Try NIEP: “OODA is for Fighter Planes,” by Nev Sagiba

“Atemi and kuzushi MUST be part of the flow and not separate or gratuitous. There is no time. Your “decisionary preparation,” must occur in the dojo by drilling the basics with, as O’Sensei would put it, “Honest attack and honest defence,” until the core basics become preconditioned responses that function naturally, not contrived..”

In the time it takes to say, “observe,” “orient,” “decide” and “act,” a real fight will be over and you could well be under.

Jet fighters have different distances and manoeuvres than human bodies engaged in mano a mano survival combat. Try this instead:

Notice, (all the time zanshin)

Intercept, (shortest path)

Enter, (closing the gap and also atemi)

Pivot, (captures flow to kusushi)

N.I.E.P. …and the obvious followup kihon waza, basic technique will reveal itself by itself because of the attack.

Start slowly in training and keep it safe, but in times of true need any speed is possible.

“What’s the difference?,” you may ask.

Decision is the difference. Decisions take calculation and time to process that on the ground you do not have.

Also atemi and kuzushi MUST be part of the flow and not separate or gratuitous. There is no time.

Your “decisionary preparation,” must occur in the dojo by drilling the basics with, as O’Sensei would put it, “Honest attack and honest defence,” until these core basics become preconditioned responses that function naturally, not contrived. All bujutsu, to function, must adhere to this.





In aiki combat it is the attacker who expends energy and mind in deciding the attack, and the preconditioned response template properly underwritten by N.I.E.P. will do do the rest. You do not argue with the attacker’s attack strategy decision, but accommodate it instantly. That’s the difference between Aikido and fighting as such. I once caught an angry taipan snake that jumped out at me from a sugar cane field. I was not very skilled in those days and the only thing I could think of at high speed was to lead its head to its body and make it bite itself, before throwing it away.

Later, when I learned Aikido I immediately identified a similarity in the modus operandi.

Without Noticing followed by Interception immediately Entering and then instantly Pivoting, no Aikido can take place that is authentic and not choreographed or faked.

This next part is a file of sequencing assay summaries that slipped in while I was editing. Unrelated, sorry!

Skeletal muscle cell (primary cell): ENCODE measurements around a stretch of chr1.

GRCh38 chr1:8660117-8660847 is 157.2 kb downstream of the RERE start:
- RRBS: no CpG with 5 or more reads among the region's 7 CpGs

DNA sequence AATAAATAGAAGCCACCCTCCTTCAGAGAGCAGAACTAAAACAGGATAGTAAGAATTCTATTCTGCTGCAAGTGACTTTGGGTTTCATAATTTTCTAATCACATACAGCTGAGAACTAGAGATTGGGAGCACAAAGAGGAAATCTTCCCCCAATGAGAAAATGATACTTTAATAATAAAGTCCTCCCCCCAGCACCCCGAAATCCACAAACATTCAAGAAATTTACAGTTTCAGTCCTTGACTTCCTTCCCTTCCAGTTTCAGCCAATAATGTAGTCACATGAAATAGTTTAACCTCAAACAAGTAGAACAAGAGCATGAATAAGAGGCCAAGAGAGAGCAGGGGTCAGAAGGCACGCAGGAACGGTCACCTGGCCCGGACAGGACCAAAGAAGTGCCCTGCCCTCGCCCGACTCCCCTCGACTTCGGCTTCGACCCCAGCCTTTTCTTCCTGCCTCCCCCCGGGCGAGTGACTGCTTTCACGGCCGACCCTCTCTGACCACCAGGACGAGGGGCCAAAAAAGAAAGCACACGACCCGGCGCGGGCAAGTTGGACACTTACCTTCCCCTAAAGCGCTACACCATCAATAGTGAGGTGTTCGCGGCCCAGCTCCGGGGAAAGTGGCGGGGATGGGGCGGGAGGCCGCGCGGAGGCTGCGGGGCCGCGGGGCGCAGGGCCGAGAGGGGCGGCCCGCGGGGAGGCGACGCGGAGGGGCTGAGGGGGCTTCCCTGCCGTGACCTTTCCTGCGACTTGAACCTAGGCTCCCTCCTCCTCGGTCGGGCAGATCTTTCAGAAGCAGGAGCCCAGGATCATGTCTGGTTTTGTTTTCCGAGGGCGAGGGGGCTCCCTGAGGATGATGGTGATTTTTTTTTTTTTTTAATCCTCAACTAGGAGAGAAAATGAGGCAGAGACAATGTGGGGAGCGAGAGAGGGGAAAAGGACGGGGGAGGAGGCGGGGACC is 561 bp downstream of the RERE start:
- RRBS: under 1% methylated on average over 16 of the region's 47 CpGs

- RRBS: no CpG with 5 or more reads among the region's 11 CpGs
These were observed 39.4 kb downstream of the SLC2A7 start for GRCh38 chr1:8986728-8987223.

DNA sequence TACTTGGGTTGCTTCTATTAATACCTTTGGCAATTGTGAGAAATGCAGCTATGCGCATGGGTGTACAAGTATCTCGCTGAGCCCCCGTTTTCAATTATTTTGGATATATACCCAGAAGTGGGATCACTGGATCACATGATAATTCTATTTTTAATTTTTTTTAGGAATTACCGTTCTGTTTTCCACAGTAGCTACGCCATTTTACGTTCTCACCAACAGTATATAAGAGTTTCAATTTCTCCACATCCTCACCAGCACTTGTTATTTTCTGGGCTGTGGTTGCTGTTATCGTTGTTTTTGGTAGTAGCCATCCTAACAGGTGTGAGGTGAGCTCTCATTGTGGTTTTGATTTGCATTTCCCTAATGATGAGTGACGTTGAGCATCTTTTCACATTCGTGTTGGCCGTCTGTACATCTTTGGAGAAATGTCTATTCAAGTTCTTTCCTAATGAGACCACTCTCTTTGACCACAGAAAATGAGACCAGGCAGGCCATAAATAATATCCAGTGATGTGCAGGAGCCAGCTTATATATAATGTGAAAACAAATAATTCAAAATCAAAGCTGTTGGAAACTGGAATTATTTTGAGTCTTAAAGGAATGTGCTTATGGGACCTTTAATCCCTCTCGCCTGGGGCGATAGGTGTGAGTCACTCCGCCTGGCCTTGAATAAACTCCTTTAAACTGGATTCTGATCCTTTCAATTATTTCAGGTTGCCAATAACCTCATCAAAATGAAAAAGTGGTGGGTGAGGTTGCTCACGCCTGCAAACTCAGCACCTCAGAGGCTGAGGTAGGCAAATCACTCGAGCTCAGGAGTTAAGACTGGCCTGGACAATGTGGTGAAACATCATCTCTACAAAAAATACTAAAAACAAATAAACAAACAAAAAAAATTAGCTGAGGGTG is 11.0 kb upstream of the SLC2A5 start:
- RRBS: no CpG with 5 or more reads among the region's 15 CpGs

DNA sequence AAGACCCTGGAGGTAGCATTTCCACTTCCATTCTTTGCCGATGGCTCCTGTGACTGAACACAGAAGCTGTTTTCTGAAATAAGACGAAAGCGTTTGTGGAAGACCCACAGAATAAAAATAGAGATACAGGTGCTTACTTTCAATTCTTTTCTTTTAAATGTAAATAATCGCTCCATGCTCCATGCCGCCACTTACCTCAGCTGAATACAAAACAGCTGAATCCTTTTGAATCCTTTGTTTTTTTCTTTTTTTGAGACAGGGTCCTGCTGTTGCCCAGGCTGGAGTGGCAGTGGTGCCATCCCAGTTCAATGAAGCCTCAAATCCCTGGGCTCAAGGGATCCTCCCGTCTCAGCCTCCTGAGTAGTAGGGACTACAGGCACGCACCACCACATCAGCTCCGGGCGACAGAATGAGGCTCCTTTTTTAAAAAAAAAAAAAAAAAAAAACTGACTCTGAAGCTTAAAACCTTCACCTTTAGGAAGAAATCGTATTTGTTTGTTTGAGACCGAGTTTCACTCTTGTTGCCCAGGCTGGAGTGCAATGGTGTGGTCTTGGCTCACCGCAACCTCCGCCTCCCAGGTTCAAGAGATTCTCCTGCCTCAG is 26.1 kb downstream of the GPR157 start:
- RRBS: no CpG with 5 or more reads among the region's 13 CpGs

Real Aikido is irresistible and the attacker is defeated by his own toxins of mind, body and action. Very energy economical. Asymmetrical? Indeed. Let the attacker waste his resources in defeating himself. Simply get out of the way whilst you agree.

That’s it. A short article. Practice and you can instruct me otherwise if I missed something.

OODA is for Fighter Planes. N.I.E.P. is for functional Aikijutsu.

Nev Sagiba

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  1. Jason Wotherspoon says:

    The Emperor Is Not Wearing Any Clothes…

    Honestly Nev, I dunno where you get some of this stuff from sometimes..

    Those of us who have had some experience with Aikido to some depth will know that O-Sensei already elucidated a decision making process, when he said “Enter triangularly, execute circularly, finish squarely”. We also know that technique begins and ends with zanshin, so there are your 4 steps: Zanshin, Entry, Execution and Finish.

    Colonel Boyd wrote that the OODA concept is not just for just for aerial combat, it is used innately by all humans in their decision making. It’s a mental process all people unconsciously go through when making decisions requiring action. The fact that he was a fighter pilot and recognised this process as applied to aerial combat certainly doesn’t preclude it from being applied to other human interactions, especially Aikido.

    The fact that you call it “decisionary preparation”, that you NIEP first then the waza follows, and also by superseding the OODA concept with NEIP (wherever that comes from), shows that you miss the point entirely. Its a loop, or a cycle, which you also neglect to mention. Because technique begins and ends with Zanshin, there is your decision making and action loop. Boyd stated that if you can get within your opponent’s decision making and action cycle, you will always win. It’s not a process where you stand idly by, think about (cycle through) then do your technique. The 4 stages of the cycle happen in real time, constantly, throughout the engagement, and recommence each time the dynamic of the situation changes.

    It applies to jet fighter combat, it applies to mano a mano combat as well.

    Usually I keep quiet about your blogs, but this time I had to say something, because frankly, misunderstanding of this will cause people grief.

  2. Nev Sagiba says:

    Jason, Regarding your, “experience with Aikido to some depth, ” I take it by “experience,” you mean on the ground, in other words you work or have worked as a professional protector in some capacity, security/special forces and the like. Or at least worked a door at a pub.
    I first pointed out OODA online as being a self evident, non distinct valid, indeed essential budo concept, in 2003. Following that, the concept was discovered by several others who must have looked it up and began propounding it on the internet in “martial” talk pages.
    There is no discrepancy.

  3. Jason,

    Can you expound on this? I have several theories about this but I want to hear your words first.

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